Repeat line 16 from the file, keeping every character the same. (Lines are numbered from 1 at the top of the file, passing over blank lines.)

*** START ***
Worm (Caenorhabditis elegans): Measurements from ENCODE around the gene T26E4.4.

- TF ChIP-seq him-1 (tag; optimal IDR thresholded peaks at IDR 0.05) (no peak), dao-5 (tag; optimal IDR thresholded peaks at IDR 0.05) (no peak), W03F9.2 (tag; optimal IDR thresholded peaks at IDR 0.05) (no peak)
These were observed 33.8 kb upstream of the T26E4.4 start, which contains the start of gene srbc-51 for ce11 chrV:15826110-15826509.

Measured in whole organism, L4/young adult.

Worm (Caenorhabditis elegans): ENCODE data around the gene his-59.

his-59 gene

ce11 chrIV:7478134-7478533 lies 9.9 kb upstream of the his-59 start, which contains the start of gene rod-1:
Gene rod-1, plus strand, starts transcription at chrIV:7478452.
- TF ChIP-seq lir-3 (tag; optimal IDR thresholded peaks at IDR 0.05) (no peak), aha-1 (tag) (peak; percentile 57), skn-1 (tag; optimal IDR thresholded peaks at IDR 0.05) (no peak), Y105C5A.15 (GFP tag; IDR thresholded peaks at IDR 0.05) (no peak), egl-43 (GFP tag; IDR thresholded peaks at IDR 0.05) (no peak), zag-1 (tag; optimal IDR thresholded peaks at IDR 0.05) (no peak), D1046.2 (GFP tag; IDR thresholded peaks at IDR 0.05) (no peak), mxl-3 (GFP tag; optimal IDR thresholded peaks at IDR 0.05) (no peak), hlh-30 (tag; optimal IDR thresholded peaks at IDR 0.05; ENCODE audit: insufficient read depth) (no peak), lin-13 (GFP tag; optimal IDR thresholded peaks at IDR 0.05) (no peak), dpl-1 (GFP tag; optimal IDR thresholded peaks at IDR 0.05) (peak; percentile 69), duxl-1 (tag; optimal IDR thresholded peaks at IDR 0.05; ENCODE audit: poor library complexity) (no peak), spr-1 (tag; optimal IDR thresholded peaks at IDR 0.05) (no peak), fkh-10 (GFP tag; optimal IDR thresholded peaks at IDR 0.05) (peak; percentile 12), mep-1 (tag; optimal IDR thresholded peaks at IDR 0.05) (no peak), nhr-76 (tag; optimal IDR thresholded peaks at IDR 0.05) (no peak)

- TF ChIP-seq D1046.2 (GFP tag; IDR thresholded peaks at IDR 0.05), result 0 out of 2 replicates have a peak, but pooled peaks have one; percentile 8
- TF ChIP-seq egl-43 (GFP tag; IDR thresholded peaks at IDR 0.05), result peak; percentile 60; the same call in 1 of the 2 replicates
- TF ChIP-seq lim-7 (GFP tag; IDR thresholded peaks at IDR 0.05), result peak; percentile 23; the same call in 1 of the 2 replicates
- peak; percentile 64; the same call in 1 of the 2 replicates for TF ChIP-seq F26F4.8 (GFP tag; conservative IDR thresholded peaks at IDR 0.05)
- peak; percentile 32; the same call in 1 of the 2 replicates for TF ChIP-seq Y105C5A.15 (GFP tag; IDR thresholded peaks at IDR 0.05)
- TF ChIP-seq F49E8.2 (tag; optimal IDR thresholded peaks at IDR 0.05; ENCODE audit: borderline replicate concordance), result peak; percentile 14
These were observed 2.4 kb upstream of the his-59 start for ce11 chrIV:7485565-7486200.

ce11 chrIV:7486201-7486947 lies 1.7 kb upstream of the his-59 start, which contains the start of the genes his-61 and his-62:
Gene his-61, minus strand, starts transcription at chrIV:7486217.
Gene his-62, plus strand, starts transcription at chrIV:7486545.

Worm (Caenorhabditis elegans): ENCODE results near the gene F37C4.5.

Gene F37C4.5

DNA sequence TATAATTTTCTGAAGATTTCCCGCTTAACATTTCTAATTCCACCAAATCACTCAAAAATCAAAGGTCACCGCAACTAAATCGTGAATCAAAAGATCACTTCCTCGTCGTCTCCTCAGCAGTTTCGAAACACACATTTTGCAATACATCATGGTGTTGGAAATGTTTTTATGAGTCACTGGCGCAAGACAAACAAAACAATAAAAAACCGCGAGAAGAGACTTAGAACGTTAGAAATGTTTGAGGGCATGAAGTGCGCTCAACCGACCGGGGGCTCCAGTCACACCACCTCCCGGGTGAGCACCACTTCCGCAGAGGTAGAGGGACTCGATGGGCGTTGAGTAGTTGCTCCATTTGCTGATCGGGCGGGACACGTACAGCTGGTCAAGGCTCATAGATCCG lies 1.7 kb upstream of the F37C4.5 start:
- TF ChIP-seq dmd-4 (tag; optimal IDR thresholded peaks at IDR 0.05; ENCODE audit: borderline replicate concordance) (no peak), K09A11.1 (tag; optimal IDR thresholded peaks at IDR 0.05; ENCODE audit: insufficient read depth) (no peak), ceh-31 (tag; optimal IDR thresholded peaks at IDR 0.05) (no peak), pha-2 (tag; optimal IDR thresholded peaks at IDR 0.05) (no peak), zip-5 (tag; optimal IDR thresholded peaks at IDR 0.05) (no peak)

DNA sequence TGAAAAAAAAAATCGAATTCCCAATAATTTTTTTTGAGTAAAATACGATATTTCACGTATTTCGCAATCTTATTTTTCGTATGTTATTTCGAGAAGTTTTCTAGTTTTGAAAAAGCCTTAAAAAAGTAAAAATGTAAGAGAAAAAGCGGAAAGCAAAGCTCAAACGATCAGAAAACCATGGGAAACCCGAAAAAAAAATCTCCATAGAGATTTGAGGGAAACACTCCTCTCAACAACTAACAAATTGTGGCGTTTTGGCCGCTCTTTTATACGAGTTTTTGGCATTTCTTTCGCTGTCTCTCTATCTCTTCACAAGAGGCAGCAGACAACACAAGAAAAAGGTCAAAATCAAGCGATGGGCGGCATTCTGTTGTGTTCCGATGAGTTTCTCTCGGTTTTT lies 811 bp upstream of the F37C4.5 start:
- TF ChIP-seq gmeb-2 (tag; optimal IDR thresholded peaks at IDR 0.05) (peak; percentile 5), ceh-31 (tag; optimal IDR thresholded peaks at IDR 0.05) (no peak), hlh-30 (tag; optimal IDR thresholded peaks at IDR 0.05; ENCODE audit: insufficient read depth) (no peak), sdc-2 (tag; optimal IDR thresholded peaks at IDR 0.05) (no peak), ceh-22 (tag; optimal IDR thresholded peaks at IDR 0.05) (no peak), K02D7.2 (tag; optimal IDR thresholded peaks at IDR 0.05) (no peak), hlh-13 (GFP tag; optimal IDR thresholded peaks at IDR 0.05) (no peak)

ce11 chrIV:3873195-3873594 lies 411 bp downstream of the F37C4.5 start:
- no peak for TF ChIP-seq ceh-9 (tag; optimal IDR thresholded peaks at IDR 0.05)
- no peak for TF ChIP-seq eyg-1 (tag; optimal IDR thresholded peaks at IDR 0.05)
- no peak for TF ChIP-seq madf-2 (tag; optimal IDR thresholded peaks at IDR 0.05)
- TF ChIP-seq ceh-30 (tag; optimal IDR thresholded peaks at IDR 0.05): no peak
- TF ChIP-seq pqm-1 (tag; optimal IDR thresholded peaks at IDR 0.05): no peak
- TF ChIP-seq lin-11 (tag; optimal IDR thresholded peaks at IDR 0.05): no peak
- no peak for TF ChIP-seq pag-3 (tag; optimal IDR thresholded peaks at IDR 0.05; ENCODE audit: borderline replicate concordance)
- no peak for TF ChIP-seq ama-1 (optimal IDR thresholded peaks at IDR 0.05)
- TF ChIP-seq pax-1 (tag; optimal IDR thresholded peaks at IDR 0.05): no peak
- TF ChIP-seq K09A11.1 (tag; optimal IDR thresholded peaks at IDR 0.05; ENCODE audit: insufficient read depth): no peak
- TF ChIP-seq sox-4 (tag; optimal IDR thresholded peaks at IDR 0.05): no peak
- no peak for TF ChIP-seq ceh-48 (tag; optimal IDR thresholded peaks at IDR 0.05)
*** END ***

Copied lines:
These were observed 2.4 kb upstream of the his-59 start for ce11 chrIV:7485565-7486200.